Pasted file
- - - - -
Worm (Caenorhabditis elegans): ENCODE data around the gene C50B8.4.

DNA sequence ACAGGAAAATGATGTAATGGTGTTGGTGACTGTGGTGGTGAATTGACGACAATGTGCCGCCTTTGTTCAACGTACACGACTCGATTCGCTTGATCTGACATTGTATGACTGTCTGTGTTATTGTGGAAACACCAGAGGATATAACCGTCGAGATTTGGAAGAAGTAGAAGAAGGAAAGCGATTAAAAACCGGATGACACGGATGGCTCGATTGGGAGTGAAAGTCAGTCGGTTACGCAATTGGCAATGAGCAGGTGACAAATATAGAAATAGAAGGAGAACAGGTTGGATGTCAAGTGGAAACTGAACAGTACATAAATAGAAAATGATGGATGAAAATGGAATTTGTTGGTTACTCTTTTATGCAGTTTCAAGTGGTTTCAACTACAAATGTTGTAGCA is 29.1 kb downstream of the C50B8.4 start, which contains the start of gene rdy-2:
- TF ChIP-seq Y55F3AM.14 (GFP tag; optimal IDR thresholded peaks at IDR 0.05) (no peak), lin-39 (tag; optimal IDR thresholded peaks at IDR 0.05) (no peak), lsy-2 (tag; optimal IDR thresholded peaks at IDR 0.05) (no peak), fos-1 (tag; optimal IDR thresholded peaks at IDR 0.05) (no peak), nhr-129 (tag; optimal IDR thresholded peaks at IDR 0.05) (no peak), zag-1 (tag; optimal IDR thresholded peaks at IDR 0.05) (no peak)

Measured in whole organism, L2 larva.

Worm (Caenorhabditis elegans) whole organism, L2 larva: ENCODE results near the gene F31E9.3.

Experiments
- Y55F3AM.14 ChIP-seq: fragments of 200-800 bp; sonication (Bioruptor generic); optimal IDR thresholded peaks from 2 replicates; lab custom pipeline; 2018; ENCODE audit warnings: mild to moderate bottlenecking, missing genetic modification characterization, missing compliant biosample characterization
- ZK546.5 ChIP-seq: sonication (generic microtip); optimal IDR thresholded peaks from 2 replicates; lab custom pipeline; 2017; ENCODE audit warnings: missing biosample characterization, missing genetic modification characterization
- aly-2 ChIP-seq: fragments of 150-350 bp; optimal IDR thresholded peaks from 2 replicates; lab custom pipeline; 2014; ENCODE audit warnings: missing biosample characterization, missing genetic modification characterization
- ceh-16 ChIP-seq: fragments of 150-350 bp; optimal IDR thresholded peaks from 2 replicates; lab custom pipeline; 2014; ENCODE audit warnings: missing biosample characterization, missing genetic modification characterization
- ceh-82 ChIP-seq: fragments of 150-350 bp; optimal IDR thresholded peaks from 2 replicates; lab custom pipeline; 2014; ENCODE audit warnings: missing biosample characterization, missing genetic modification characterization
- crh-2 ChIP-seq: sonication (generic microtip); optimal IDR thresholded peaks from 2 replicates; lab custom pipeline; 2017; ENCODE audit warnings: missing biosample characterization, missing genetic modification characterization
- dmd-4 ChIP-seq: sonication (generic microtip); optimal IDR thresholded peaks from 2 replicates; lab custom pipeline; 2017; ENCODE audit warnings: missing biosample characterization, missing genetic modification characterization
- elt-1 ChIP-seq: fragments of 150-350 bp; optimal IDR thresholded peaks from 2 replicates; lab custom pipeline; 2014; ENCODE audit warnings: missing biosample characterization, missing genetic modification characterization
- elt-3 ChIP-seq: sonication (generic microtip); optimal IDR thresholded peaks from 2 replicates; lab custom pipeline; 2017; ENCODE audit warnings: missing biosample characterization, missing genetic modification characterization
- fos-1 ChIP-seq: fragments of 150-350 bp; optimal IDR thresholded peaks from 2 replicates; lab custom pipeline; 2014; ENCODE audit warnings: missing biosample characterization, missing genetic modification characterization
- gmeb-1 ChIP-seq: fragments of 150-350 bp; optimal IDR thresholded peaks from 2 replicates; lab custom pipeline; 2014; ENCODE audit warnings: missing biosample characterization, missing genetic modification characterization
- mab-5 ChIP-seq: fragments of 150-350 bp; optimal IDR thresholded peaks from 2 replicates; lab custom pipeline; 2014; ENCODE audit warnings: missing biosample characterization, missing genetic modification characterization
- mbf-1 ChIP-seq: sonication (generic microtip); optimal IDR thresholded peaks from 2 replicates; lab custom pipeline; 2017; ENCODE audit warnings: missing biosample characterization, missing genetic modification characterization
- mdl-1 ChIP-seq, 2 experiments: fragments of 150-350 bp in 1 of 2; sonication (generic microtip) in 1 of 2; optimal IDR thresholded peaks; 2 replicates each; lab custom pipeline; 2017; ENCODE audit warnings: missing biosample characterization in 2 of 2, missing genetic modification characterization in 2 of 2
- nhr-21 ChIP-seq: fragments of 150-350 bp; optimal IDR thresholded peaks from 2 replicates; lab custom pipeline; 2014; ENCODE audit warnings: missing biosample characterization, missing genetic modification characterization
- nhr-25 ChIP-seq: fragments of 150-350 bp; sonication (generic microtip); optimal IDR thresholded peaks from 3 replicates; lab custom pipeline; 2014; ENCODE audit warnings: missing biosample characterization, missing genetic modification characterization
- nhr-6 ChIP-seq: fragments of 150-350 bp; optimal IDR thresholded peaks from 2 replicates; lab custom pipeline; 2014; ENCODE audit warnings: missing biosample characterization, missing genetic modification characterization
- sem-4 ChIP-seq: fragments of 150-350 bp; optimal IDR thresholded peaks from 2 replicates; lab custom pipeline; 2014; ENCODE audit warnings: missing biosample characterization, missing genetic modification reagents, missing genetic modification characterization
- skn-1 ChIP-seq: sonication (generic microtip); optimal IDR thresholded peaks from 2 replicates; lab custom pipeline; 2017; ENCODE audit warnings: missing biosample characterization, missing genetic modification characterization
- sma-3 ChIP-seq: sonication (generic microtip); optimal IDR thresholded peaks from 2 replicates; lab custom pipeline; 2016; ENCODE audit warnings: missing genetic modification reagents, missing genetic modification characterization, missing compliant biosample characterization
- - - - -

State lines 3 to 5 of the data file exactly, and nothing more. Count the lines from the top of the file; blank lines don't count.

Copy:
- TF ChIP-seq Y55F3AM.14 (GFP tag; optimal IDR thresholded peaks at IDR 0.05) (no peak), lin-39 (tag; optimal IDR thresholded peaks at IDR 0.05) (no peak), lsy-2 (tag; optimal IDR thresholded peaks at IDR 0.05) (no peak), fos-1 (tag; optimal IDR thresholded peaks at IDR 0.05) (no peak), nhr-129 (tag; optimal IDR thresholded peaks at IDR 0.05) (no peak), zag-1 (tag; optimal IDR thresholded peaks at IDR 0.05) (no peak)

Measured in whole organism, L2 larva.

Worm (Caenorhabditis elegans) whole organism, L2 larva: ENCODE results near the gene F31E9.3.